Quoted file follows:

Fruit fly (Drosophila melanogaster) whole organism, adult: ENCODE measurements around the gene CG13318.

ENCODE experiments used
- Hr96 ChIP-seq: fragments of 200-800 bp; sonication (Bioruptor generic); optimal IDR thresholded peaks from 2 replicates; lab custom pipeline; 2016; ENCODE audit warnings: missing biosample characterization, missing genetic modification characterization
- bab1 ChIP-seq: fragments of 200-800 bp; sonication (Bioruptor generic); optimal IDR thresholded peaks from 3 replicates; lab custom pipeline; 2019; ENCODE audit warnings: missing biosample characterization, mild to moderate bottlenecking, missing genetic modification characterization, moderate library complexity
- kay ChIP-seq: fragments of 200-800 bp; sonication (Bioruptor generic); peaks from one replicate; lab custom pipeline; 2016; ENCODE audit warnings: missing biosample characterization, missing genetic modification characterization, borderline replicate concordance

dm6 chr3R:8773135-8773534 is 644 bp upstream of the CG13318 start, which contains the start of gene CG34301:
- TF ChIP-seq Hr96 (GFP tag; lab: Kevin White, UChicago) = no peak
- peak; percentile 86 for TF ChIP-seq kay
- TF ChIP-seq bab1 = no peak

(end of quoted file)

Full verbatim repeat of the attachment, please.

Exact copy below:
Fruit fly (Drosophila melanogaster) whole organism, adult: ENCODE measurements around the gene CG13318.

ENCODE experiments used
- Hr96 ChIP-seq: fragments of 200-800 bp; sonication (Bioruptor generic); optimal IDR thresholded peaks from 2 replicates; lab custom pipeline; 2016; ENCODE audit warnings: missing biosample characterization, missing genetic modification characterization
- bab1 ChIP-seq: fragments of 200-800 bp; sonication (Bioruptor generic); optimal IDR thresholded peaks from 3 replicates; lab custom pipeline; 2019; ENCODE audit warnings: missing biosample characterization, mild to moderate bottlenecking, missing genetic modification characterization, moderate library complexity
- kay ChIP-seq: fragments of 200-800 bp; sonication (Bioruptor generic); peaks from one replicate; lab custom pipeline; 2016; ENCODE audit warnings: missing biosample characterization, missing genetic modification characterization, borderline replicate concordance

dm6 chr3R:8773135-8773534 is 644 bp upstream of the CG13318 start, which contains the start of gene CG34301:
- TF ChIP-seq Hr96 (GFP tag; lab: Kevin White, UChicago) = no peak
- peak; percentile 86 for TF ChIP-seq kay
- TF ChIP-seq bab1 = no peak